But here's the kicker: After this all settles, I actually feel my mood lifted and thoughts become more organized and I become more positive and higher functioning for the rest of the night.

    Any idea what the hell this could be? I'm wondering if it's an inappropriate serotonin surge (dizziness could be due to serotonin's vasoconstrictive property) that actually changes my cerebral blood flow pattern and makes me feel better once it settles? I need to understand this because it could hold an answer to all my problems.

    And any idea why arginine/citrulline could have caused one of these episodes? Unless it was a coincidence, but I'd still be curious as to what the hell this is, because as frightening as the onset is, I tend to have my overall condition (especially mentally) improve after it.
     
  16. Hip

    Hip Senior Member

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    Hard to say, but it sounds like you might want to proceed cautiously in testing these supplements. Have you taken them before?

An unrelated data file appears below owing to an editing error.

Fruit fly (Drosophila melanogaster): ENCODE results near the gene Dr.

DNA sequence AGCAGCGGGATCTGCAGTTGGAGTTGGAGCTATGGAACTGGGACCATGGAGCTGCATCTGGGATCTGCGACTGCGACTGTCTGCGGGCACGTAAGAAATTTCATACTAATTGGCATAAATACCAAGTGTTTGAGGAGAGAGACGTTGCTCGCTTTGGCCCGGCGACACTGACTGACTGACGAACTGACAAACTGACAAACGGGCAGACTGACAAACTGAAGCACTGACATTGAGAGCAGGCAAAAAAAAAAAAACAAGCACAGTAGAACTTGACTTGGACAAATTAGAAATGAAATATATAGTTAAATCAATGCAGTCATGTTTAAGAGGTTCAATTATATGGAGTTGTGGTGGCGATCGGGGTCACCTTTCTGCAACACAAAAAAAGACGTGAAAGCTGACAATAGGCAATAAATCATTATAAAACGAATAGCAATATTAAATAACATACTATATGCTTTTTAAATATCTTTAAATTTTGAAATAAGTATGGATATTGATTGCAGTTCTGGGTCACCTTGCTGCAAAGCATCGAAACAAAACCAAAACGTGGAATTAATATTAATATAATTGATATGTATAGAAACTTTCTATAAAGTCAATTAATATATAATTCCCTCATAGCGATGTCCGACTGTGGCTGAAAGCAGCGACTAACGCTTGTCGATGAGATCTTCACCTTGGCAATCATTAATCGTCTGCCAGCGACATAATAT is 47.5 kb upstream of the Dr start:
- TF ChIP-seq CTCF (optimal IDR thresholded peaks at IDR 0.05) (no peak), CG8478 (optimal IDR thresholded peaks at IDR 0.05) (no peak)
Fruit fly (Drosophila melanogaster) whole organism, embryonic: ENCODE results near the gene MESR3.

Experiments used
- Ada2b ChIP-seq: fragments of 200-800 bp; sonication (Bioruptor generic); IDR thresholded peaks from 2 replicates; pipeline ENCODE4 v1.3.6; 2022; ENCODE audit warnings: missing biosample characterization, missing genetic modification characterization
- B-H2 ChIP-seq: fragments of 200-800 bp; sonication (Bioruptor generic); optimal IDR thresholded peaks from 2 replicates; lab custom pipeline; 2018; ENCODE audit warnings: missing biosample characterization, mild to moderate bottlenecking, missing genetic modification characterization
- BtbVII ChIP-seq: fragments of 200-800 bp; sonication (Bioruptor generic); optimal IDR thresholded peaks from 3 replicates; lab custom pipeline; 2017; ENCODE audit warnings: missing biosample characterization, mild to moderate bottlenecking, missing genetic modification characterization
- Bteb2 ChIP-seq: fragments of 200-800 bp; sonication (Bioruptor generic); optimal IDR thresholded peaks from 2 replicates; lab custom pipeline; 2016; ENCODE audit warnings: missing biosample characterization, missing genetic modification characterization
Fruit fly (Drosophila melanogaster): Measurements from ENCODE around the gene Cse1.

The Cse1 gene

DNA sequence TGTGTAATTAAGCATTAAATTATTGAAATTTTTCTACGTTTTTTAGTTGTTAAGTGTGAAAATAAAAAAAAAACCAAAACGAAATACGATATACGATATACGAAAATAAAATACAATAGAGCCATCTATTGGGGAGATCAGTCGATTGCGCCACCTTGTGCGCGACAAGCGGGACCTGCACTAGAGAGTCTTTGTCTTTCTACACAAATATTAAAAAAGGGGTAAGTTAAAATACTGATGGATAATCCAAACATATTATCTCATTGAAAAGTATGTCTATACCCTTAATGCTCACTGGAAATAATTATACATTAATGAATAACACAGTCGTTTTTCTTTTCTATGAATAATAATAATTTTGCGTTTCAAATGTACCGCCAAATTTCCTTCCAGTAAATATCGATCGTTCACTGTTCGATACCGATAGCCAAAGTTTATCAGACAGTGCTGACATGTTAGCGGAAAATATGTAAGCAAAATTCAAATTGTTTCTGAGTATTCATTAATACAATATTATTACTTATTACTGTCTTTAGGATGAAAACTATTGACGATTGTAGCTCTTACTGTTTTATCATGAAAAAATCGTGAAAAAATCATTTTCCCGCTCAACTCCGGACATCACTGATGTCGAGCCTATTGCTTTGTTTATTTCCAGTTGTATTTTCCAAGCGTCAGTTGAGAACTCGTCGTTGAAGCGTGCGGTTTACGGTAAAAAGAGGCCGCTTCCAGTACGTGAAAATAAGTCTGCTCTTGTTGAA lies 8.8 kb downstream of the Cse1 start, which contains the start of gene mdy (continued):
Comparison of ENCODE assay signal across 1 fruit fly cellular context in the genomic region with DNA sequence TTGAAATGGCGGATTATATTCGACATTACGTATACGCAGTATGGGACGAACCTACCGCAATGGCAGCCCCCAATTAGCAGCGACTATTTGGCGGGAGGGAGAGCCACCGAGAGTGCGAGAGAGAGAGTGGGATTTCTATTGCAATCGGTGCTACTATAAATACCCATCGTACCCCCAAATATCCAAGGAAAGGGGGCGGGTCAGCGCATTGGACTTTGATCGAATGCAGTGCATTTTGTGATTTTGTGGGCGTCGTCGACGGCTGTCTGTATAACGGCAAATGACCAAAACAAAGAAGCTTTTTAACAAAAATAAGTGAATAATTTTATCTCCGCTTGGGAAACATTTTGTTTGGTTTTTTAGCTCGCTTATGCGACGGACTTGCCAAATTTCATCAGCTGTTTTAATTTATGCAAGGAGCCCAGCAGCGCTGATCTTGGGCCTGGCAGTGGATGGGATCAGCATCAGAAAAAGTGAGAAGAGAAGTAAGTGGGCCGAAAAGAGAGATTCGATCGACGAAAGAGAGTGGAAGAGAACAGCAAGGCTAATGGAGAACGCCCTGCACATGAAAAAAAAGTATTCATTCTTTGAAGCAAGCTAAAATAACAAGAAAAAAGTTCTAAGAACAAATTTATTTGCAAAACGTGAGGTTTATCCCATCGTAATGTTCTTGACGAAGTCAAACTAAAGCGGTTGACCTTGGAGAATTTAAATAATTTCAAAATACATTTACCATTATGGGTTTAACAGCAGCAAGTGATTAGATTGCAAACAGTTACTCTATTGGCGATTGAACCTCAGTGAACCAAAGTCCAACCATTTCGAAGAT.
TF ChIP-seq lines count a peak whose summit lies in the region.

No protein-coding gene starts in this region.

17. Prefect

    Prefect Senior Member

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    Nope. Keep in mind I get that effect every couple of days anyway.
     
  18. tudiemoore

    tudiemoore Senior Member

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    Have you seen a doctor or any/other health professional more recently?

    Without beginning a medication, even if recommened, losing touch with reality
    might be worth a look.

    Hope you are better very soon--

    tudiemoore
     
  19. Paralee

    Paralee Senior Member

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    @Hip , would NAG be beneficial for people with a lot of dopamine? Thanks
     
  20. Hip

    Hip Senior Member

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    I don't know what effects NAG would have in that area. When I used to experience some mild psychosis symptoms (which I think may have been related to my severe generalized anxiety disorder), I found NAG would help treat this mild psychosis. Schizophrenia is linked to high dopamine.

    Ornithine is contraindicated in cases of schizophrenia.

    If you want to reduce high dopamine, then a dopamine system stabilizer like amisulpride would work: see Amisulpride — A Multipurpose Drug for ME/CFS.
     
    Last edited: Jun 8, 2017